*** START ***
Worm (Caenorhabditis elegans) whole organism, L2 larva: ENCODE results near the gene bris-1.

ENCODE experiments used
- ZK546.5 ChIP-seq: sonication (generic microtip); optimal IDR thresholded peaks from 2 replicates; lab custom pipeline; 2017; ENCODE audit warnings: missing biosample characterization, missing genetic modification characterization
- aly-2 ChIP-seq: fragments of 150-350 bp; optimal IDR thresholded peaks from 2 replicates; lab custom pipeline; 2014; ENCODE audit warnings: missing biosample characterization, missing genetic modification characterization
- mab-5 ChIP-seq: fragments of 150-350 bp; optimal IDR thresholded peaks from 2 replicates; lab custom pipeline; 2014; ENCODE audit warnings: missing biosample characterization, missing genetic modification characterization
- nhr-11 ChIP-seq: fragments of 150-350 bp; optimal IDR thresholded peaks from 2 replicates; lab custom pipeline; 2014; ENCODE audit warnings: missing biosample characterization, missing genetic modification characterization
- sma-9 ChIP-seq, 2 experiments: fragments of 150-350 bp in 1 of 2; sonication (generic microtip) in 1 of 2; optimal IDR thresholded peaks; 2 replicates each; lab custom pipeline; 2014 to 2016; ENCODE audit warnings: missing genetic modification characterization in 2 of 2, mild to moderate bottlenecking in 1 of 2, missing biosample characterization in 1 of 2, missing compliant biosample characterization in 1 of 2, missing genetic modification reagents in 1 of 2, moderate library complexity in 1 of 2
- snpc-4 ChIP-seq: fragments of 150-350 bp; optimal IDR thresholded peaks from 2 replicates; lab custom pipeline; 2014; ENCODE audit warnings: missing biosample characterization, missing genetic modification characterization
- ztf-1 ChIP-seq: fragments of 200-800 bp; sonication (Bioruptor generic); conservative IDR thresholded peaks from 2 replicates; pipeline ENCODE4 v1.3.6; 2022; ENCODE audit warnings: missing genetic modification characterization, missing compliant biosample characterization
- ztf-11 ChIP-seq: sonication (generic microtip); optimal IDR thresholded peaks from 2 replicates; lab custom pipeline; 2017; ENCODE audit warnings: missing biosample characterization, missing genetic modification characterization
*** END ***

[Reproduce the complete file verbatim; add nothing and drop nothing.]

Worm (Caenorhabditis elegans) whole organism, L2 larva: ENCODE results near the gene bris-1.

ENCODE experiments used
- ZK546.5 ChIP-seq: sonication (generic microtip); optimal IDR thresholded peaks from 2 replicates; lab custom pipeline; 2017; ENCODE audit warnings: missing biosample characterization, missing genetic modification characterization
- aly-2 ChIP-seq: fragments of 150-350 bp; optimal IDR thresholded peaks from 2 replicates; lab custom pipeline; 2014; ENCODE audit warnings: missing biosample characterization, missing genetic modification characterization
- mab-5 ChIP-seq: fragments of 150-350 bp; optimal IDR thresholded peaks from 2 replicates; lab custom pipeline; 2014; ENCODE audit warnings: missing biosample characterization, missing genetic modification characterization
- nhr-11 ChIP-seq: fragments of 150-350 bp; optimal IDR thresholded peaks from 2 replicates; lab custom pipeline; 2014; ENCODE audit warnings: missing biosample characterization, missing genetic modification characterization
- sma-9 ChIP-seq, 2 experiments: fragments of 150-350 bp in 1 of 2; sonication (generic microtip) in 1 of 2; optimal IDR thresholded peaks; 2 replicates each; lab custom pipeline; 2014 to 2016; ENCODE audit warnings: missing genetic modification characterization in 2 of 2, mild to moderate bottlenecking in 1 of 2, missing biosample characterization in 1 of 2, missing compliant biosample characterization in 1 of 2, missing genetic modification reagents in 1 of 2, moderate library complexity in 1 of 2
- snpc-4 ChIP-seq: fragments of 150-350 bp; optimal IDR thresholded peaks from 2 replicates; lab custom pipeline; 2014; ENCODE audit warnings: missing biosample characterization, missing genetic modification characterization
- ztf-1 ChIP-seq: fragments of 200-800 bp; sonication (Bioruptor generic); conservative IDR thresholded peaks from 2 replicates; pipeline ENCODE4 v1.3.6; 2022; ENCODE audit warnings: missing genetic modification characterization, missing compliant biosample characterization
- ztf-11 ChIP-seq: sonication (generic microtip); optimal IDR thresholded peaks from 2 replicates; lab custom pipeline; 2017; ENCODE audit warnings: missing biosample characterization, missing genetic modification characterization